China’s July 4 crackdown on Didi Chuxing has signalled the start of a new regulatory offensive against tech companies, challenging market views on the extent policy tightening. That Sunday rebuke suggests stock investors should consider trimming their bets on Fridays to avoid weekend shocks.
From the US-China trade war to Donald Trump’s Twitter bombs and China’s central bank policy edicts, many of the headline news events on weekends in the past two years have preceded steep market losses. As China shows tech billionaires who’s the boss, UBS Asset Management said the curbs are not over yet while CCB International predicted more losses ahead.
“There is plenty of regulatory uncertainty,” said Hong Hao, managing director at Bocom International Holdings in Hong Kong. “The review is just starting and will be ongoing. In the near term, the uncertainty will make people think twice” about buying or adding to their positions, he added.
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Unwinding trades on Friday July 2 would have helped investors avoid a US$67 billion slump in the Hang Seng Tech Index members on that day alone, which snowballed into US$155 billion in the ensuing week. Didi Global, the US-listed entity, plunged 20 per cent on the next trading day in the US.
Some of the biggest sell-offs this year included a 5.7 per cent plunge on February 26, and a 2.2 per cent decline in two early weeks of May, according to the Post’s calculations. On average, investors avoided a 0.6 per cent loss if they sold Chinese tech stocks on Fridays.
Last week was no different. The Hang Seng Tech Index tumbled 5.9 per cent in the biggest pullback since February. The ATM trio – Alibaba Group Holding, Tencent Holdings and Meituan – retreated by 6.3 to 8.2 per cent. The index may have another 8 per cent to fall before the sell-off eases, according to CCB International.
Other seismic episodes in recent years included the US announcements of tariffs on Chinese goods, the assassination of Iran’s top general and Trump’s market-hitting tweets.
Beijing has now required all tech companies to seek cybersecurity review before selling shares in other countries. The Cyberspace Administration of China followed up on its attack on Didi Chuxing by probing other firms. The central bank separately warned it would scrutinise online-payments operators for anti-monopoly practices.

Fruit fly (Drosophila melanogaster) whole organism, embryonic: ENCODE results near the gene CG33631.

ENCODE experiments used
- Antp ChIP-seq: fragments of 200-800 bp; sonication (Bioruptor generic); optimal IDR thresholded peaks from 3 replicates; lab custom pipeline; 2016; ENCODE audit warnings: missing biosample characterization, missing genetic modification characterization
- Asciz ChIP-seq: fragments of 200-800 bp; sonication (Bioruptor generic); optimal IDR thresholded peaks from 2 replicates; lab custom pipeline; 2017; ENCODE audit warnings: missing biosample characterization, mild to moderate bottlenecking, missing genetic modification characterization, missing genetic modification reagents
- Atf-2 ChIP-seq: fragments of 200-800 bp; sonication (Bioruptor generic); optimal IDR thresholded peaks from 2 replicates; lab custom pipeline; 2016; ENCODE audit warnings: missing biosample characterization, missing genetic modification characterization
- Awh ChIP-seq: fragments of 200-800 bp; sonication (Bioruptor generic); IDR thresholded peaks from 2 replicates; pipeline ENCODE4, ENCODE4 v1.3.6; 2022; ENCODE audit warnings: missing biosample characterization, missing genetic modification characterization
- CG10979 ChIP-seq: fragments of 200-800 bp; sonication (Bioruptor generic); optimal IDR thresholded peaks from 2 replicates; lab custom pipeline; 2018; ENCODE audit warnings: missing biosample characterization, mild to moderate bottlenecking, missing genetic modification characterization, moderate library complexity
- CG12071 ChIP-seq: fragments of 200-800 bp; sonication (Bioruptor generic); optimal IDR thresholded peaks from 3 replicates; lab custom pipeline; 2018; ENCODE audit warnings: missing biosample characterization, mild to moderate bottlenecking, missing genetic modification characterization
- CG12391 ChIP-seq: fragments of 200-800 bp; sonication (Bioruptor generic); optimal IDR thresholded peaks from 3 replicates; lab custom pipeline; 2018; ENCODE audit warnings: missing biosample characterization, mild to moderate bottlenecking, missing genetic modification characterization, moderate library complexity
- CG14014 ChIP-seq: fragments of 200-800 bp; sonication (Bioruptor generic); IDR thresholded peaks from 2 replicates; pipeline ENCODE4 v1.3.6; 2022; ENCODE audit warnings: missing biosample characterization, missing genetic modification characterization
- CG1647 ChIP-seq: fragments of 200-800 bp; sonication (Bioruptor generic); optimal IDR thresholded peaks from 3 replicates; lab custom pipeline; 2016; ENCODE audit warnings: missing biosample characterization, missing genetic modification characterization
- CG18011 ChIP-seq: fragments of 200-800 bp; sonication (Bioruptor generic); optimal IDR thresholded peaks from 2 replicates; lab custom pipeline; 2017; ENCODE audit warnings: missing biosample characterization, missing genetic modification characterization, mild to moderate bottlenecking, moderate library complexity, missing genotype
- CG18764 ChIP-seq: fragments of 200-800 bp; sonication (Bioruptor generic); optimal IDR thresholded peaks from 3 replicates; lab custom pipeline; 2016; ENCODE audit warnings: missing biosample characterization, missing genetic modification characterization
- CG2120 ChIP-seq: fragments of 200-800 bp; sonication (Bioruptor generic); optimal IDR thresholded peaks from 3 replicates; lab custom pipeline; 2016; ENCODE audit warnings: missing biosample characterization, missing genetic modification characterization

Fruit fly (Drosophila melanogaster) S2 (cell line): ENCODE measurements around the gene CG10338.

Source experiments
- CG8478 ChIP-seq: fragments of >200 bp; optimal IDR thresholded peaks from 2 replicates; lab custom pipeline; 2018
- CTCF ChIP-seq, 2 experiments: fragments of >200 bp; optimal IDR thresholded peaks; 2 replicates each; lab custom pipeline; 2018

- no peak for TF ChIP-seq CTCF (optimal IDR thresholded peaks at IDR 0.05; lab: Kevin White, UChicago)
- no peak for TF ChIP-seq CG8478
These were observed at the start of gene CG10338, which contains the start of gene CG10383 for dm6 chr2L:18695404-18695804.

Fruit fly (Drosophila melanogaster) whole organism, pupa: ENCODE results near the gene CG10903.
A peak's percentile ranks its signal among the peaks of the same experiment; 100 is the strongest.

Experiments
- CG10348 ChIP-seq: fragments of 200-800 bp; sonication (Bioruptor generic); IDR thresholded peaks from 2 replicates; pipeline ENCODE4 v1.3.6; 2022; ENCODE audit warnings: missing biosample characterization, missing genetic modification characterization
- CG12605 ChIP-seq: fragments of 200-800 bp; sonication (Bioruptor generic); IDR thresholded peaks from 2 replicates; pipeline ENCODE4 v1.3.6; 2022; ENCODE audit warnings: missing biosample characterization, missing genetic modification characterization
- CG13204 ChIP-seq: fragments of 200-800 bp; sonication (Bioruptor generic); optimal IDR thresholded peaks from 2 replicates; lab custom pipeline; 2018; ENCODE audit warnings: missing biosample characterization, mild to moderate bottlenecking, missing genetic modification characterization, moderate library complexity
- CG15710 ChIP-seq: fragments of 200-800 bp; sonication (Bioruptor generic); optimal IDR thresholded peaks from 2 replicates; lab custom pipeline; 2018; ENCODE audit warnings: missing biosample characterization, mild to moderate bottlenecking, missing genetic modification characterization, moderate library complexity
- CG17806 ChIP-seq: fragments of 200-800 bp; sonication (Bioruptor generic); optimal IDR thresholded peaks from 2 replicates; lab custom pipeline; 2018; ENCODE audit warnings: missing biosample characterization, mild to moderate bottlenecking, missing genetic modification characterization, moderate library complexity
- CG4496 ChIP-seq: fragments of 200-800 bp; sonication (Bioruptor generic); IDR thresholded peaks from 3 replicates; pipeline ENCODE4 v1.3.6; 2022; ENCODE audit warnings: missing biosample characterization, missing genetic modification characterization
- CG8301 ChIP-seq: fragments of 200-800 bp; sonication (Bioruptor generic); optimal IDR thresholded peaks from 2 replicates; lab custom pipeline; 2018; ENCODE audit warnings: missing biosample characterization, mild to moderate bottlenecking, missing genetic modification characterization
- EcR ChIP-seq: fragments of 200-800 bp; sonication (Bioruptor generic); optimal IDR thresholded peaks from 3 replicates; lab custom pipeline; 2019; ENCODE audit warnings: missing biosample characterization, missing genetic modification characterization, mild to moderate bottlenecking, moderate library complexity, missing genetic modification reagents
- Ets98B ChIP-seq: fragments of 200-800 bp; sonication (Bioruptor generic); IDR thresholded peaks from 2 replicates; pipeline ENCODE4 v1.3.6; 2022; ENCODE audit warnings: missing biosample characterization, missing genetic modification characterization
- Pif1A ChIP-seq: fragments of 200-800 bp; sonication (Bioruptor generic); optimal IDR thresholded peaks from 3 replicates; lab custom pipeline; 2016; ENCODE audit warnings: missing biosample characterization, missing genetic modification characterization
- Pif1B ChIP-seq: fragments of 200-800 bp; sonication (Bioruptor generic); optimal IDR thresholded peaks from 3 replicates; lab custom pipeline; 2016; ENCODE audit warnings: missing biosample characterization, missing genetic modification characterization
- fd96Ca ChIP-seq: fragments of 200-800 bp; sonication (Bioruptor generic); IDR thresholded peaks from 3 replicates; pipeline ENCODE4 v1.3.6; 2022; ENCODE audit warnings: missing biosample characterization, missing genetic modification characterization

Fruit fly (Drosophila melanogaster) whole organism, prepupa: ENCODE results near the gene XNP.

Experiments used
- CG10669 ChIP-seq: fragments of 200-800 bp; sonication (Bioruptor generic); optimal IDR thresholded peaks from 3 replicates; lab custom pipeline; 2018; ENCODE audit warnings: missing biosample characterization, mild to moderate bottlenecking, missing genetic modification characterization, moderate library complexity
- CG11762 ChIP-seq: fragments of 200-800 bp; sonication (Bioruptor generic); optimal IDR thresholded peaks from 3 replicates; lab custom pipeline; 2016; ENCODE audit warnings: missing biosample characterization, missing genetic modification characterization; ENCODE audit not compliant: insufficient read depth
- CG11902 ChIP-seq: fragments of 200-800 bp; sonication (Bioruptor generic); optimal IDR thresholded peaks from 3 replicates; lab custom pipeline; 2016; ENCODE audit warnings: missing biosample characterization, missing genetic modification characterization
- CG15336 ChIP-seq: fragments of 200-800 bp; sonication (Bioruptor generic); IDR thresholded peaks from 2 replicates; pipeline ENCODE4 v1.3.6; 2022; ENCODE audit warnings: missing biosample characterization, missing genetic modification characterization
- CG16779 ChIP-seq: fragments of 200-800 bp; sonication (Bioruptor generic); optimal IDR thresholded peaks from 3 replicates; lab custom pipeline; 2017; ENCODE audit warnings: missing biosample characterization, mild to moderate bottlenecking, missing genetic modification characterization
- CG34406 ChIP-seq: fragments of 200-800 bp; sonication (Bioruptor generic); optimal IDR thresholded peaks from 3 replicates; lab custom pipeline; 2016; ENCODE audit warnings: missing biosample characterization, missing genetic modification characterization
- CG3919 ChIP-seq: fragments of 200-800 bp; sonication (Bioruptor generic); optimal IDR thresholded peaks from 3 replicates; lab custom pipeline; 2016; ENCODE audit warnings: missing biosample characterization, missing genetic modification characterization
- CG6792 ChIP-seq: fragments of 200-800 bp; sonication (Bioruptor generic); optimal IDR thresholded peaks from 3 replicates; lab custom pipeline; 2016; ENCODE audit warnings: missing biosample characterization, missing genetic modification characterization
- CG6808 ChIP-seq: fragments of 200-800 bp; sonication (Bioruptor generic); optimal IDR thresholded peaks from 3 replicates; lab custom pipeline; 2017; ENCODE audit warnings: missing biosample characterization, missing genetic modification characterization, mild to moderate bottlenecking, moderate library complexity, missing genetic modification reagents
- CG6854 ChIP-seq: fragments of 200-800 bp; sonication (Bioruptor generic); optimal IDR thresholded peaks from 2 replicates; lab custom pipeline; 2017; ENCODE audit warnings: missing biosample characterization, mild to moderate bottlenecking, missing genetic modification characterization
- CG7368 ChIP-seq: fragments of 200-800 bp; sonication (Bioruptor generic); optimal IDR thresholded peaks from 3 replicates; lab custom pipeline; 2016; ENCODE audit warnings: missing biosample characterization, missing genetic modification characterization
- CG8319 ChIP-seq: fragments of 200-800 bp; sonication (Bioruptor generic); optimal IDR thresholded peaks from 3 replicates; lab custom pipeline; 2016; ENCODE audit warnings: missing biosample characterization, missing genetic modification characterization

In Didi’s case, the government invoked the national security law for the first time in its tech crackdown. This is interpreted as an inauspicious sign for the market, with more measures to come. This should induce a reassessment of the growth outlook for apps that have dominated every facet of daily life in China, according to UBS Asset Management.
“The government will push ahead with reforms concerning data security, antitrust and the overall business environment,” said Luo Di, the firm’s portfolio manager in Shanghai. “Problems from these fast-growing sectors have begun to surface now after years of expansion. The [regulatory] curbs are not over yet.”
Pre-emptive selling on Fridays has helped Chinese investors hedge against weekend policy surprises in the past. Unlike most global central banks, the People’s Bank of China does not publish its policy meeting schedule, and typically issues its directives late on Fridays or at weekends.
Beijing’s choice of unveiling major policy changes on weekends may be well-intentioned, perhaps to give investors more time to digest and evaluate the implications. US investors will have to weigh the risks of owning [Chinese] American depositary shares at a time when tensions between Beijing and Washington remain elevated, according to BCA Research.
“The incident highlights that Chinese authorities’ clampdown on domestic new economy companies is clearly not over,” analysts at BCA said in a report on July 7. “All global investors will have to balance the allure of China’s vast addressable market with the possibility that officials may reshape company prospects at the stroke of a pen via the imposition of regulatory strictures.”
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